Rules of the Game: How volleyball matches are scored

Bump, Set, Spike. To win a set in volleyball, a team has to score 25 points. Teams each have six players divided between the front and back of each side. Graphic by Julia Landy

The main goal of volleyball is to win sets. For a point to be scored in a volleyball match, the ball has to return over the other side of the net within three hits; more than three gives the opposing team the point. 

In order to win a set, 25 points must be scored; however, they must have a clear two-point advantage in order to win. 

If the game becomes tied up with a score of  24-24, the two teams participating in the match play until a team gets a two-point advantage. During each set, the coach of each team can call two 30 second timeouts to organize their next plays.

Points also can be obtained when the opposing team fails to hit the ball over the net, or fail to keep it in bounds on the court. 

There are a few base rules in a volleyball game. One rule is that the volleyball court can only have six people playing on a team at once; three people would play in the front row and three people would play in the back. The rules also permit six substitute players on the sideline. 

Within each row, there are specific volleyball positions. The front row consists of a right side hitter, middle hitter, and setter. The positions in the back row are middle blocker/libero, setter and outside hitter. 

In a volleyball game, players must bump, set or spike the ball. In most cases, one player will receive the ball from over the net, the setter will set the ball to a teammate and the last player to touch the ball will spike it over the net. 

Another rule in volleyball is the inability of a player to double hit, which is when one person hits the ball twice in a row. An exception to this rule is if a setter were to set the ball back to the person who bumped it first. The overall result of a double hit will be a loss of points. 

Another exception is if the ball is getting blocked and after they block the ball they are allowed to hit the ball again to try and get it over the net. When it is blocked the same rules apply with three hits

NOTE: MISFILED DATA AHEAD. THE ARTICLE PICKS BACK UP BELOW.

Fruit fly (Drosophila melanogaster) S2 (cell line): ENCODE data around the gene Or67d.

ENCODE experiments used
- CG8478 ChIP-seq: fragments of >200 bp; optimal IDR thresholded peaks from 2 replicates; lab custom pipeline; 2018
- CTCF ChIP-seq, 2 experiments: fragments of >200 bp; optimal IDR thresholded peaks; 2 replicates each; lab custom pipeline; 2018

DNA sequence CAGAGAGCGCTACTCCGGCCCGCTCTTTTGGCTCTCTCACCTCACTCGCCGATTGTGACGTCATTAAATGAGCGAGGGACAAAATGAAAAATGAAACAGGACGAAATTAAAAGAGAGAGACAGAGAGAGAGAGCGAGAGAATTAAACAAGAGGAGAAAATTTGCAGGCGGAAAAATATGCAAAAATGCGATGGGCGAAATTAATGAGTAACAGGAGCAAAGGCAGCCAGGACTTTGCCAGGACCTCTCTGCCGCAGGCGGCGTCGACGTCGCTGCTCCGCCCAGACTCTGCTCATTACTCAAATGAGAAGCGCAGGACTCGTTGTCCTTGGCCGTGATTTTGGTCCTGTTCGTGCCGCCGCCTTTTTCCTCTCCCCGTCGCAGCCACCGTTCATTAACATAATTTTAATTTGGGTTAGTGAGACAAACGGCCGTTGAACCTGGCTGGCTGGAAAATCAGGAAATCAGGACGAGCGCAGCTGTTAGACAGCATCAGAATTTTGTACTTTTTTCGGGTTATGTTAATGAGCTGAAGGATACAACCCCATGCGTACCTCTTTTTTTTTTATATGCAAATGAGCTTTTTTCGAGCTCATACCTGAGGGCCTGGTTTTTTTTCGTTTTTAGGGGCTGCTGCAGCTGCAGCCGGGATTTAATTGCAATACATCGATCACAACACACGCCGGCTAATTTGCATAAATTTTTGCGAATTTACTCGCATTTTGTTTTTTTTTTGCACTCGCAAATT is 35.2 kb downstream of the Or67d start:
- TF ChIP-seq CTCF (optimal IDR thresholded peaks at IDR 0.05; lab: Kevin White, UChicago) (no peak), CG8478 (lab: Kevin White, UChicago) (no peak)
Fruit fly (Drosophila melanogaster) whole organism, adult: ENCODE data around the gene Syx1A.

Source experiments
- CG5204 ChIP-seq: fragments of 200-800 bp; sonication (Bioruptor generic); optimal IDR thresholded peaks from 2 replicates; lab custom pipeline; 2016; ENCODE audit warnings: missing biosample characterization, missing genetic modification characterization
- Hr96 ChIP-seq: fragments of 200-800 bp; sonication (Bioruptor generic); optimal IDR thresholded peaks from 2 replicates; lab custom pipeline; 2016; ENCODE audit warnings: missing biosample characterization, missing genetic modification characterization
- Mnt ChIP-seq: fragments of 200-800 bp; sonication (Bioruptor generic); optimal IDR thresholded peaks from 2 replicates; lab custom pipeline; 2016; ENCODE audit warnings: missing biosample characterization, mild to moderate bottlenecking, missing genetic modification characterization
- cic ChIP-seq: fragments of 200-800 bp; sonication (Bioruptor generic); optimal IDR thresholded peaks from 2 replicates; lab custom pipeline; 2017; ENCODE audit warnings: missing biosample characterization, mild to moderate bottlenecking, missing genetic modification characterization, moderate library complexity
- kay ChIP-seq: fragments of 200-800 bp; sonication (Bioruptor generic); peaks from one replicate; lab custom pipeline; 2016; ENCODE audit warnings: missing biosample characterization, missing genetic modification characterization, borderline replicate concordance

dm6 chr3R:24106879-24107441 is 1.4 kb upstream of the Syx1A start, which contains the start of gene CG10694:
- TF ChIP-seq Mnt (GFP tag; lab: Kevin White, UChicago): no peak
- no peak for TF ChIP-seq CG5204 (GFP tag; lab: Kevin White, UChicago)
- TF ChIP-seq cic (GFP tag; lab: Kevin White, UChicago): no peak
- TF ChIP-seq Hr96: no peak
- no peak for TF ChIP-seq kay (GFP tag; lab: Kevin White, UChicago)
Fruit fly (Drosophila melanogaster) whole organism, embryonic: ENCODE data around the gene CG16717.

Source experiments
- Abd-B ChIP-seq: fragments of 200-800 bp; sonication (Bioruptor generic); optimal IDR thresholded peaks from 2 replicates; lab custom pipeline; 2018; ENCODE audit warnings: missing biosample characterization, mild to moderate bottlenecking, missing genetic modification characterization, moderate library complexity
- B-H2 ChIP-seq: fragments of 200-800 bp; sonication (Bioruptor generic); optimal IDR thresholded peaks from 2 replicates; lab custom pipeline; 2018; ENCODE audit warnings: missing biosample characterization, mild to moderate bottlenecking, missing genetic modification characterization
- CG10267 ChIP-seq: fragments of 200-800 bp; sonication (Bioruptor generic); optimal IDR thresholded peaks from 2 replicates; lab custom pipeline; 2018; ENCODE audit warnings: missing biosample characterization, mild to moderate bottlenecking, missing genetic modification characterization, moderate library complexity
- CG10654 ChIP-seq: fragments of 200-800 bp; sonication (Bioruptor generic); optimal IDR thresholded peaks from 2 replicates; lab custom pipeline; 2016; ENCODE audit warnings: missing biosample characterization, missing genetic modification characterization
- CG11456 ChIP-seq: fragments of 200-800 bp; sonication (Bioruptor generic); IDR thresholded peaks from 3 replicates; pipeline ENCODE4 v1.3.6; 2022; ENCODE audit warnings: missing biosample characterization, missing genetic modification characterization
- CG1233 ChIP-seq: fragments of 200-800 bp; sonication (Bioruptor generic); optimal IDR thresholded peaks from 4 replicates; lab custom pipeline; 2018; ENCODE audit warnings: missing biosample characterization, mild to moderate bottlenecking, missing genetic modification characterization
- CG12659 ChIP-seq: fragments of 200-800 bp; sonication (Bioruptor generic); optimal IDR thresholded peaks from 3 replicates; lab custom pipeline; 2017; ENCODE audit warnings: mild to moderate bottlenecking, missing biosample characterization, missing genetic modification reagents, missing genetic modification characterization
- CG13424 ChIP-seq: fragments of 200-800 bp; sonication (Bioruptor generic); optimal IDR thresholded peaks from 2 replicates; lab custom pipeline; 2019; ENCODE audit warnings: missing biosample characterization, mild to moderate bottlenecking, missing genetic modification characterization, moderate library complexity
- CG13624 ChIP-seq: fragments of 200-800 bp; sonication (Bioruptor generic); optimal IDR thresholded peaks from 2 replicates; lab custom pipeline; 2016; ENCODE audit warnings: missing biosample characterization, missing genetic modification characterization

There are many other ways to give the opposing team points. For instance, if a player steps over the baseline of the court or if the ball hits the net after being served, the result will be a gain in points for the opposing team.

Any contact with a ball that isn’t a bump, serve, set or spike is considered illegal. Touching the net with any body part is also illegal and gives the other teams points as well. 

If the ball goes under the net, or the ball touches the floor, the opposing team earns the point.  If the ball somehow touches the ceiling, it does not interfere with the play. You can still hit the ball over the net if that isn’t your third hit, you can also continue playing that round. 

One position that cannot rotate to the back row is the libero; the person in this position stays in the backline, and normally the player who gets that position is the best ball handler on the team. 

When playing libero you rotate with two people that normally can’t play the backline very well. Once the play is over and the libero has to rotate to the front line, they get switched out. 

In a volleyball match, the ref can call out little things such as a carry which is illegal. A ‘carry’ is considered as a catch. If you get called for it, then the other team will receive a point. 

Azul Thurdekoos (3) is a sophomore for the Marjory Stoneman Douglas junior varsity volleyball team. She has been playing volleyball for quite some time now and finds it a way to destress from the outside world. 

“The game itself can get really stressful and get to you especially if you make mistakes or the ref makes a bad call that they shouldn’t have,” Azul said. “It’s still a way to work on your mentality and make it stronger.” 

Since volleyball is a competitive and active sport, all volleyball players have to wear knee pads when playing; the players dive on a hard floor and can harm their knees easily.

Armando Thurdekoos, a freshman at MSD, goes to all of his sister Azul’s volleyball games. After watching her games, he recognizes the time and effort that goes into each game. 

“I never thought volleyball would be such an interesting sport,” Thurdekoos said. “ The amount of competition in the game is astounding.”

When a volleyball game is being scored it’s easy to be distracted from what is going on in the game. Many times there will be balls that the Eagles think should have not been called but it was.